Paramount, Aerosud unveil “revolutionary new aircraft”


Aerosud and the Paramount Group have unveiled a South African designed and developed light high-performance aircraft that it says could sell in the “hundreds or thousands” at a cost of less than US$10 million.

Paramount CE Ivor Ichikowitz expects the Advanced High-Performance Reconnaissance Light Aircraft (AHRLAC) to take the civil and military aviation market by storm, “challenging dominant Western manufacturers with its low acquisition cost, reduced requirement for maintenance support and extensive operational capabilities.”

Speaking at the launch, Ichikowitz added he expected production to start late next year or early in 2013 with the current facility able to build two to three aircraft a month. The two partners conservatively estimate that AHRLAC has the potential to generate annual revenue of up to

R4 billion.

Aerosud Managing Director Paul Potgieter says AHRLAC offers a highly flexible form of “clip-on-clip-off” payload system which enables it to be transformed quickly between operational roles. It can stay in the air for seven to 10 hours, making it the ideal solution for patrolling large land areas, borders and oceans. The two-crew aircraft can carry out a wide range of operations including surveillance, policing, border/coastal patrol and anti-smuggling; armed patrol and counter insurgency operations; disaster relief and emergency supply to remote areas; and intelligence gathering.

Potgieter says AHRLAC is special because it offers maximum platform flexibility for multi-role applications, from basic visual reconnaissance to advanced electronic surveillance, and intelligence, to armed patrol. “The design is modular so as to support maximum basic airframe commonality for the various configurations and rapid role change ability,” he says.
“AHRLAC is capable of rapid deployment and fast response times with high cruise and dash speed and extended range. Because of the operational simplicity of this aircraft, in times of need, we can get this thing on the road to areas where it is required with limited support assistance.”

Potgieter says key features of AHRLAC include its “push propeller” design and high wing for crew visibility, high cruise and dash speeds (maximum cruise speed is 300 knots), payload capacity of 800kg with full fuel and two crew, large operating range (1150 nautical miles on internal fuel) and Short Take-Off and Landing (STOL) capability, including from semi-prepared landing strips, with a take-off distance 550m with full payload.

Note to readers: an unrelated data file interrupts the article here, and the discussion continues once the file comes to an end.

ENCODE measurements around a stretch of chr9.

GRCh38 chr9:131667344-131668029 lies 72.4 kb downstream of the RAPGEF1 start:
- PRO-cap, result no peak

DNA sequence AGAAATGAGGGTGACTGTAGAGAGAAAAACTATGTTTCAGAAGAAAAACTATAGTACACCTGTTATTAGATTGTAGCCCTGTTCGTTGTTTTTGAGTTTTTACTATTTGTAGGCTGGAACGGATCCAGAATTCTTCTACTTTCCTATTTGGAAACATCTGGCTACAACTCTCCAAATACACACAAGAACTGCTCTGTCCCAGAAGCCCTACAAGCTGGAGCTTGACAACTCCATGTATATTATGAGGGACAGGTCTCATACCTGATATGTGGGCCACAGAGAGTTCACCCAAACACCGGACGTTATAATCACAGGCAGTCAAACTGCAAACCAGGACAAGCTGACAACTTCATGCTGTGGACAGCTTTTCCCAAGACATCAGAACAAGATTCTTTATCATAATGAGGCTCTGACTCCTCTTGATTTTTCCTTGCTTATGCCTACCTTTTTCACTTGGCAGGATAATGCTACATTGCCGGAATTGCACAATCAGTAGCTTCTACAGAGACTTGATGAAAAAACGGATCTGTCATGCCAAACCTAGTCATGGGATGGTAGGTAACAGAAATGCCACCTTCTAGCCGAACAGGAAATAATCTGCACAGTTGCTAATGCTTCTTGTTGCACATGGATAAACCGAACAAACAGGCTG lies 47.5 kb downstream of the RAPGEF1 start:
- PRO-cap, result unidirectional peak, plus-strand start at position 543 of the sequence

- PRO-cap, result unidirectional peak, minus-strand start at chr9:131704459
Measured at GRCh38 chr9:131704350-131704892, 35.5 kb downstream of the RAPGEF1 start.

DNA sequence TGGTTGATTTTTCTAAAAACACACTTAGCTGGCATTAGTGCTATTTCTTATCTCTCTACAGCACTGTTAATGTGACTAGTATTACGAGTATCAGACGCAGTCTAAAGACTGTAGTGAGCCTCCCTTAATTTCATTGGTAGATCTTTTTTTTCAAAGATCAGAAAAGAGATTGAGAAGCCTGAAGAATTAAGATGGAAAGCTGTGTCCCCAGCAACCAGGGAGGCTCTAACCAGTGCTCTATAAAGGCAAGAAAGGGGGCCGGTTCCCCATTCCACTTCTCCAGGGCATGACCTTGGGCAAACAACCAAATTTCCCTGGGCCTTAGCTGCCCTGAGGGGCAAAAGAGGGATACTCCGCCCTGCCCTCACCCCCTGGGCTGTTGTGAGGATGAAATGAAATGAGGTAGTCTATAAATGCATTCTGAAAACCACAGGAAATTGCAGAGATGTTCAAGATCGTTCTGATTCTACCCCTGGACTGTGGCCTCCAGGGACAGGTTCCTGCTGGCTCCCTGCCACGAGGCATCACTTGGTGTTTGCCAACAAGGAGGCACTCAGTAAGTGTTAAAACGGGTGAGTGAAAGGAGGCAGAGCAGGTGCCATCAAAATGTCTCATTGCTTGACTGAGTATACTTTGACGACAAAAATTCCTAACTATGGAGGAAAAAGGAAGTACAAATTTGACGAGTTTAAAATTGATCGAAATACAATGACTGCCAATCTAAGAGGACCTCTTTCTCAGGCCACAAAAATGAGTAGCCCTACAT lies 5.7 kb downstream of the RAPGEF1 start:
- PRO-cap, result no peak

AHRLAC also has an armed patrol capability with 20mmm cannon, rocket pods and beyond visual range air-to-air and air-to-ground missiles such as the Denel Dynamics Mokopa or 70mm free-flight rockets across four to six wing hard points.

Ichikowitz expects AHRLAC to be a strong challenger to Unmanned Aerial Vehicles (UAVs). “With AHRLAC we provide a new, affordable, flexible and robust alternative to UAVs, opening new operational capabilities to a variety of new users,” says Ichikowitz.

Potgieter adds: “With AHRLAC we have developed a revolutionary aircraft that will maintain the dominant role of the pilot in civil and military flight. We believe that the pilot remains core to conducting effective air operations. In AHRLAC we have produced an aircraft that is, unlike most UAVs, both autonomously capable and offers high survivability, with none of the sub-systems costs related to the operation of UAVs.
“AHRLAC addresses the limitations of pilotless aircraft in a package which is flexible, reliable and offers excellent value for money. AHRLAC can go places and deliver missions, both civil and military, which a UAV simply cannot,” for reasons that includes current restrictions on UAV flights in controlled airspace.

The AHRLAC programme already includes a full scale concept development model, cockpit layout model, and experimental development model for extensive wind tunnel testing and refinement.

Ichikowitz argues that knowledge-based industrialisation that a project such as AHRLAC provides is essential to developing higher sustainable rates of economic growth, and therefore jobs. “Global experience proves that high-tech areas can multiply job creation in related sectors by up to eight times the number of people they employ. In addition, continued growth in engineering, design, technical and related trades means that we will be creating jobs at a high level.”